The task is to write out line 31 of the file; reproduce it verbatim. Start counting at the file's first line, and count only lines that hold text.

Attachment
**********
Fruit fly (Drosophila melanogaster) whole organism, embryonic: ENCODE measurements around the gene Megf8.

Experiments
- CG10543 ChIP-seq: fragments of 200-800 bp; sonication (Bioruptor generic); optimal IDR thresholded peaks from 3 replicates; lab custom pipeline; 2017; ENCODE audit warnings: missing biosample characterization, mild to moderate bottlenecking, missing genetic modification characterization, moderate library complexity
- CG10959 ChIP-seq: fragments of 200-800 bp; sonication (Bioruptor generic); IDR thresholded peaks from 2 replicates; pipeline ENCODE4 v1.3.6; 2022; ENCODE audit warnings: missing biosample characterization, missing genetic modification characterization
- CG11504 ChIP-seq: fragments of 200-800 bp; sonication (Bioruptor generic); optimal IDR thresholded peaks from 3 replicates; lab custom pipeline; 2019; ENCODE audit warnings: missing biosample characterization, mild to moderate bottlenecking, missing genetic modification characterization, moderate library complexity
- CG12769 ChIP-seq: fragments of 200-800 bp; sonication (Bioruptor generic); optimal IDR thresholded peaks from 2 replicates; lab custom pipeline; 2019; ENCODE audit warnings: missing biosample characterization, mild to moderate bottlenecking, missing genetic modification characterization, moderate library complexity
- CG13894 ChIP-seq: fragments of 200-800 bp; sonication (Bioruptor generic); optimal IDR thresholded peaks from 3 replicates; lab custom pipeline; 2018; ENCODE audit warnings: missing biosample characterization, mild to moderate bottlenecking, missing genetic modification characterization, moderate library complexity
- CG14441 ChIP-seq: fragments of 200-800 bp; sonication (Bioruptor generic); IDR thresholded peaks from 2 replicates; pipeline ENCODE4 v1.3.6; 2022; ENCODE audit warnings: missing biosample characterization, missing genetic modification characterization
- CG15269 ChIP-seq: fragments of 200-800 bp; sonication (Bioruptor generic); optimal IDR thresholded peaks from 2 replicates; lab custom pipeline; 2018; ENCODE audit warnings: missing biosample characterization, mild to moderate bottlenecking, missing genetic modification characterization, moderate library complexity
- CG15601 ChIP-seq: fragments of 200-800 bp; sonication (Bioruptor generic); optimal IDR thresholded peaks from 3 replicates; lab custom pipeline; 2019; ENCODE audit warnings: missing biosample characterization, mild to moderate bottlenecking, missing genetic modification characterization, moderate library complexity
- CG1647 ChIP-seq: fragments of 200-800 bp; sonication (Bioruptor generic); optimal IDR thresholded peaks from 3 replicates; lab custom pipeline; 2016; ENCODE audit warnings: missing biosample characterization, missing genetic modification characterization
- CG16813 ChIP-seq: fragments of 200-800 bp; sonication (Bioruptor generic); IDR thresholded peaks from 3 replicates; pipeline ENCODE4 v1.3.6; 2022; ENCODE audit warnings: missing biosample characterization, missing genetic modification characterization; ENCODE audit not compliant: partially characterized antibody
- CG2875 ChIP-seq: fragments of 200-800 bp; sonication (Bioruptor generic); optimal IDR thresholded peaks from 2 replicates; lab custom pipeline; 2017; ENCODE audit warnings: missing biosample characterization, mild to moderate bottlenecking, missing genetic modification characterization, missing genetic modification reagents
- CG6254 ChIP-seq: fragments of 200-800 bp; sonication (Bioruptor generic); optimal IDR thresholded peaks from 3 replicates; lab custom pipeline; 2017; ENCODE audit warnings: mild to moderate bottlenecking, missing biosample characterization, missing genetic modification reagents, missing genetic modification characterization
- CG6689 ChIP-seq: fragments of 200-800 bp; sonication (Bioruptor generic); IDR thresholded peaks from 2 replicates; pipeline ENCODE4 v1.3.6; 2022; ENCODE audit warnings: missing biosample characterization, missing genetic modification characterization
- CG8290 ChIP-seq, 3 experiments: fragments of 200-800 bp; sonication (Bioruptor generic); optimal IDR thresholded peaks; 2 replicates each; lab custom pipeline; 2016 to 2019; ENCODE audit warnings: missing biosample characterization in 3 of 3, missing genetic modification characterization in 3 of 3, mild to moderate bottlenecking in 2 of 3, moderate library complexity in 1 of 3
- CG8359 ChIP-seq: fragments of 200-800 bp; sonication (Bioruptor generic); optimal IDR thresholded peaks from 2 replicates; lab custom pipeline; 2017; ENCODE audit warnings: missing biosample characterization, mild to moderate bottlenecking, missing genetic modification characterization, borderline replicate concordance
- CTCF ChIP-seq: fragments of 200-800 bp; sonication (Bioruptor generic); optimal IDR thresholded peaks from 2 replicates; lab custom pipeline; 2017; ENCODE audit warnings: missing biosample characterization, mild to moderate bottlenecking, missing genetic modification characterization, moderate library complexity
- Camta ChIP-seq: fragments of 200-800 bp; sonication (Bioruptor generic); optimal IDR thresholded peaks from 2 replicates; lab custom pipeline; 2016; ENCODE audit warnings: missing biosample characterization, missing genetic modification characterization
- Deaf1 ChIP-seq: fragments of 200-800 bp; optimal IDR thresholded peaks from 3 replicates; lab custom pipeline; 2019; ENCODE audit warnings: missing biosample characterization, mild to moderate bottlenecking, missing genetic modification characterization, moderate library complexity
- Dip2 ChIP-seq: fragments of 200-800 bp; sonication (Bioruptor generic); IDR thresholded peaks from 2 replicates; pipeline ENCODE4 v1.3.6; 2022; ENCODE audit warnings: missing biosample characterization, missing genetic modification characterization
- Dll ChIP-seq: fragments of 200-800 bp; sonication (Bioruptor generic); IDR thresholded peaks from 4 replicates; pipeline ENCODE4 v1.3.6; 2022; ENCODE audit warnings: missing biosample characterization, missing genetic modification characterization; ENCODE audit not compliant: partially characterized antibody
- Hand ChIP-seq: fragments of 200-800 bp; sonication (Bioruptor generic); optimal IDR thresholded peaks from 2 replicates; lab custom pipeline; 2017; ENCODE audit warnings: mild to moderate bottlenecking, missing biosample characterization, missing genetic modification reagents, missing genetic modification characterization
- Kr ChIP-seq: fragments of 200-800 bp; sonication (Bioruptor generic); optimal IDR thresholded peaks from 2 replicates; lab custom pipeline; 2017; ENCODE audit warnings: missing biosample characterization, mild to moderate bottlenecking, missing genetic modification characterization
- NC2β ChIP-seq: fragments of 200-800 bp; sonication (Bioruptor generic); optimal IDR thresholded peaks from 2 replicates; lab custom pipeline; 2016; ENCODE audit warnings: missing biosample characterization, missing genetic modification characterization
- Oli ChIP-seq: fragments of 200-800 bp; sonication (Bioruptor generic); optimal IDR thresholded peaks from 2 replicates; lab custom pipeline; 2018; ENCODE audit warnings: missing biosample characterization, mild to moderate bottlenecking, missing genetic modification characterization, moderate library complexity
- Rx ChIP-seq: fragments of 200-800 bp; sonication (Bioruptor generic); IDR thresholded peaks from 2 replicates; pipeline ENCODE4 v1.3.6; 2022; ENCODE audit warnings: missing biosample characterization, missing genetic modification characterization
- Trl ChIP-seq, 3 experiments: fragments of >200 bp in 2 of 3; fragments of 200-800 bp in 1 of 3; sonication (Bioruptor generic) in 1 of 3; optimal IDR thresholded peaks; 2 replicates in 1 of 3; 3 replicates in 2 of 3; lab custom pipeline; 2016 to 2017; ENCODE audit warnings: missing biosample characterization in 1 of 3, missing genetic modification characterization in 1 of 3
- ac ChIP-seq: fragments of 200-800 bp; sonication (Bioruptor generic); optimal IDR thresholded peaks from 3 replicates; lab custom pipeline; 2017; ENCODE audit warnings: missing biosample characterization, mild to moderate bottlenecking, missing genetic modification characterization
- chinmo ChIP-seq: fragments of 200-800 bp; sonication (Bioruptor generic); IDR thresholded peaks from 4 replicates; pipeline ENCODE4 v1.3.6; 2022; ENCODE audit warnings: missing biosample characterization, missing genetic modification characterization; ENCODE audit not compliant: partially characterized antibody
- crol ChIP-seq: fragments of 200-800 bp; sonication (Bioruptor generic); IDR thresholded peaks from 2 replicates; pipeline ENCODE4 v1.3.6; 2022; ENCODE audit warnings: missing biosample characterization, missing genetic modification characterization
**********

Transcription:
- crol ChIP-seq: fragments of 200-800 bp; sonication (Bioruptor generic); IDR thresholded peaks from 2 replicates; pipeline ENCODE4 v1.3.6; 2022; ENCODE audit warnings: missing biosample characterization, missing genetic modification characterization